• Laurie, I had to look up Linehan, but when I saw DBT, I knew exactly what you meant. You’re right on target – it’s such a strange feeling to not be based in what I have been my whole life. I hope my writing gets stronger, but conceptually I feel lost.

      But since you’re reminded me that I’m a former therapist, I need to remember that this is the bridge from one stage to another. Thank you.

  • S.L. Corsua says:

    I read the comments above, and I agree with Marc Copeland’s, especially the part where he said: “Clearly you’re moving away from angst having a major influence in your life. A good thing in so many ways, but not an easy one when you’re used to that certain stimuli setting you off creatively.”

    When I started writing poetry, I, like you, wrote emotion-laden poems — confessional, first-person, autobiographical. Then I wanted to have variety, but, as in your case, I realized that I couldn’t write a decent poem if I didn’t mine the highs and lows of my personal life for all their worth. It became a habit, and I knew I had to break it in order to reach my goal: variety. This I did by (1) NOT writing a poem when my emotions were clearly on the surface, (2) writing fictional poetry, even when I used the first-person POV (the getting-inside-the-head-of-another fuels my imagination, and gets me rolling; it’s like scriptwriting), and (3) listening to music when I try to write what I intend to write but can’t seem to find the poetic order/flow/beat, i.e. the musicality in/of a poem.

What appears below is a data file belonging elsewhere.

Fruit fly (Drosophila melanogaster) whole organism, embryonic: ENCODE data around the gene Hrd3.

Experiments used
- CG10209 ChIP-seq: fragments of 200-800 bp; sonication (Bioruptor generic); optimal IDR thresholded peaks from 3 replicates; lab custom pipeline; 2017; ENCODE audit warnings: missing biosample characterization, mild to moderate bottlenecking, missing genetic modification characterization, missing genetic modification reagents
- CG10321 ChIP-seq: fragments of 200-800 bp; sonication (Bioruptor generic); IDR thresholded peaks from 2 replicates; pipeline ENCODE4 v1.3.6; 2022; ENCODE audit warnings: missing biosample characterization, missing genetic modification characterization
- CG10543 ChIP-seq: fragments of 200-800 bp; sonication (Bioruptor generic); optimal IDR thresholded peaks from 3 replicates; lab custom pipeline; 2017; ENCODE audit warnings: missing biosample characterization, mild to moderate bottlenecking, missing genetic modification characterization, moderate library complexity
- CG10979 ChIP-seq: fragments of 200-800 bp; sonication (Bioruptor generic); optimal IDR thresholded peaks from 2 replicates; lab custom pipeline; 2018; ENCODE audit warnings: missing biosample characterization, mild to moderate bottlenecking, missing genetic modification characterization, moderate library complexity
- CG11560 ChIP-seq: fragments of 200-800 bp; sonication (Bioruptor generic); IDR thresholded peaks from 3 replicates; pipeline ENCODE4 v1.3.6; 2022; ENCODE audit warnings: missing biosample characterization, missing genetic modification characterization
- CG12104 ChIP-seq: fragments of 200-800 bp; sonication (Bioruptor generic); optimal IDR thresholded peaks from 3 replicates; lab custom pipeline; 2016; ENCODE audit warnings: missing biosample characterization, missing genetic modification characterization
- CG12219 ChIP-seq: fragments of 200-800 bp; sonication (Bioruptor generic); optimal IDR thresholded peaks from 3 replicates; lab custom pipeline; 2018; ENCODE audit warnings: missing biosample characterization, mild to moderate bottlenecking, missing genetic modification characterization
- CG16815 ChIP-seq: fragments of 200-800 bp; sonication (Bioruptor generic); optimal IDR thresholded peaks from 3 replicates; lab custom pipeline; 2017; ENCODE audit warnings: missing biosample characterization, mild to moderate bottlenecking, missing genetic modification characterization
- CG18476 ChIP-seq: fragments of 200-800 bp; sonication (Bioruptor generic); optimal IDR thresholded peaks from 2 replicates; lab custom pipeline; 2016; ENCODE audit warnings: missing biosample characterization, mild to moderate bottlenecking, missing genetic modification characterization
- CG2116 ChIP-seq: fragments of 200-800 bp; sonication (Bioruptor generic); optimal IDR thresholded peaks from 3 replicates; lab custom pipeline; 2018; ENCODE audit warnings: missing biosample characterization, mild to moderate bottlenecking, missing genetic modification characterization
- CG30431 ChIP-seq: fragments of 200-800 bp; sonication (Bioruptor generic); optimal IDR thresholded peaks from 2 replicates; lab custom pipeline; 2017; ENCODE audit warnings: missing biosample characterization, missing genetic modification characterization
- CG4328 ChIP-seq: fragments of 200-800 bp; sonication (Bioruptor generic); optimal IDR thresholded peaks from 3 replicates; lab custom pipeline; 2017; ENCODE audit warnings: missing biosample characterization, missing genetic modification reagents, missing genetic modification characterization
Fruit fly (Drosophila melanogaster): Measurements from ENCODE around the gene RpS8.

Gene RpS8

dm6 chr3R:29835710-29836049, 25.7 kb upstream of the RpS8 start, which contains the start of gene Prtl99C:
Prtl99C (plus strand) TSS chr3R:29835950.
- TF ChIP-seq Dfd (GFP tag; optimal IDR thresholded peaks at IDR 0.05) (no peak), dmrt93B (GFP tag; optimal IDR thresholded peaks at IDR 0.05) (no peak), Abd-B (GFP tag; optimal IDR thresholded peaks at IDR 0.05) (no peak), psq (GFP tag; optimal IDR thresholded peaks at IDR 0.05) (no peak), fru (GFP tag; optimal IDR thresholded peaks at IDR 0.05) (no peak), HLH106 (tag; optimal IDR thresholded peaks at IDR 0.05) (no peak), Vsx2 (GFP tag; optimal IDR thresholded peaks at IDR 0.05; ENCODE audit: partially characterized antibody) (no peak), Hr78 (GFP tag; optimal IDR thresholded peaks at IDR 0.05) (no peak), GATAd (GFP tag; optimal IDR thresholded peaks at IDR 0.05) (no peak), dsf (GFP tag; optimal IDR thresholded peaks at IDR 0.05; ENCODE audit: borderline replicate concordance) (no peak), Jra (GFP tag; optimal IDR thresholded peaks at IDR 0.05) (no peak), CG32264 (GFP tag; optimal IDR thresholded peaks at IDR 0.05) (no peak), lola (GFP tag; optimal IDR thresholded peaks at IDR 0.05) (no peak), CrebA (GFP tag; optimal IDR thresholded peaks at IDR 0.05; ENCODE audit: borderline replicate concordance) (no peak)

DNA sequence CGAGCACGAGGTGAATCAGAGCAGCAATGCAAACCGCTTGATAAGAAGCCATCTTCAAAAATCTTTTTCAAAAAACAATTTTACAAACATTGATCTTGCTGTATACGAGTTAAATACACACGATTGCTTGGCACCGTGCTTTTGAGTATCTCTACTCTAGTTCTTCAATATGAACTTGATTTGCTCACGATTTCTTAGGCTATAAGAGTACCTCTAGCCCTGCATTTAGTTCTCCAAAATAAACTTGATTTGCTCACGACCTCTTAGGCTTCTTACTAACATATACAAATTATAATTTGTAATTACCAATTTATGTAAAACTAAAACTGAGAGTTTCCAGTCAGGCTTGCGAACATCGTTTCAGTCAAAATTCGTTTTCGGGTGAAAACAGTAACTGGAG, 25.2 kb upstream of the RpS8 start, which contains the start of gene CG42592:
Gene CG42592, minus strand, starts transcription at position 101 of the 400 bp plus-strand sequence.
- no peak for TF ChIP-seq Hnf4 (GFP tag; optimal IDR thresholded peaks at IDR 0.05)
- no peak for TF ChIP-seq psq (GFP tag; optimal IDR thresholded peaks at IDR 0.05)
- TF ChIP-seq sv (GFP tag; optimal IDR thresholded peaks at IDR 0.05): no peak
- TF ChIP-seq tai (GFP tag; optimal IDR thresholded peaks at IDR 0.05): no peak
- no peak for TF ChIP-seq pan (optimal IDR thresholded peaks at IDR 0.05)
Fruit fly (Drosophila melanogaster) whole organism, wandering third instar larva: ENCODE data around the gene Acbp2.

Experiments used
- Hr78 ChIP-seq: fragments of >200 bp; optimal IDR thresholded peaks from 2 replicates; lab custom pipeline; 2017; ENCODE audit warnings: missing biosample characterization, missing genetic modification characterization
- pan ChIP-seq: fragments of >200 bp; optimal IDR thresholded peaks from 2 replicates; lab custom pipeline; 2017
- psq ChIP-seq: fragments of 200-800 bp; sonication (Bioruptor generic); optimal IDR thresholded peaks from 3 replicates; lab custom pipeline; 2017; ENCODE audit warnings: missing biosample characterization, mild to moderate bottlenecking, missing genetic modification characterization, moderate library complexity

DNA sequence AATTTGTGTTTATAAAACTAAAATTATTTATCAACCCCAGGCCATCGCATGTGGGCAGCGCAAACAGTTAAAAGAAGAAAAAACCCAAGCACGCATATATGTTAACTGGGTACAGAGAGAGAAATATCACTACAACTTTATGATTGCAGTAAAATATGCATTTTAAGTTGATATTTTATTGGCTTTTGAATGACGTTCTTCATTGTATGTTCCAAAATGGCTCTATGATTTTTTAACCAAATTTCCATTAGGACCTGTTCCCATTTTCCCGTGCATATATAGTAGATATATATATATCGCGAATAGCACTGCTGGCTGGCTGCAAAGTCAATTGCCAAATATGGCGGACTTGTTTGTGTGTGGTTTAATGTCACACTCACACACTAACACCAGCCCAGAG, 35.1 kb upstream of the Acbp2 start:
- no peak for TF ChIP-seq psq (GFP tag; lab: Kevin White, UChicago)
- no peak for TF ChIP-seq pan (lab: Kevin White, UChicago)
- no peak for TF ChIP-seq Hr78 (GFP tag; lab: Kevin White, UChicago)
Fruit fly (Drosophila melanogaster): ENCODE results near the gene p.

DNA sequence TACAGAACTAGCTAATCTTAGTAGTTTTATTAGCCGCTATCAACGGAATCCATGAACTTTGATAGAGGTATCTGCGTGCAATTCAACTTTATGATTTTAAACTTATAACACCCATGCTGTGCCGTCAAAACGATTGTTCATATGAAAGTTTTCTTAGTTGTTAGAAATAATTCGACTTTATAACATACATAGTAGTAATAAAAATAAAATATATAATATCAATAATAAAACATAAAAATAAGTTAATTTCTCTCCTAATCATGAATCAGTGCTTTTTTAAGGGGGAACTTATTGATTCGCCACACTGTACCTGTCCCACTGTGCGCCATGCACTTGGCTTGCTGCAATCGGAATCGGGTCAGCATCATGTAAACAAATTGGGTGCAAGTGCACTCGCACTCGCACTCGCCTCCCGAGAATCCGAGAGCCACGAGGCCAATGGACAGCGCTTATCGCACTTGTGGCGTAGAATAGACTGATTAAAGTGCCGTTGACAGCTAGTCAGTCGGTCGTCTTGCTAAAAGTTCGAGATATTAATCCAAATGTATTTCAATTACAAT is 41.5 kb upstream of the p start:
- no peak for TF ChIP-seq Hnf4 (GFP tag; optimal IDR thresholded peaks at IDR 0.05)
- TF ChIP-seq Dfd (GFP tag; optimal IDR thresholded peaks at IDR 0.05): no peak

It does help when you come to a firm decision what you want in your writing, as a whole (re: style, voice, etc.), what you want to see or hear in it that isn’t there now. Then aim for it. Discipline, perseverance — these aren’t strange terms to a writer, be of prose or of poetry. :)

    I grinned ear to ear when you said: “I can’t choose to be miserable just so I can write.” Now there’s a healthy quote. Here’s to your ‘getting there’ — cheers!’

    Thanks for your email (sent May 24) and for bookmarking my poetry site.

  • […] to help me recover from the guilt and fear I feel about not creating. I’ve received much good advice from friends and fellow workers, but the angst remains. I need a recovery program, so I created one:   […]

  • I don’t think I can improve on the comments you have received so far. Its your call. But for selfish reasons I hope you stick around in some form. I would miss your voice if you stopped.

  • “Arggh. I’m having a writer’s midlife crisis. Have you ever had one? ”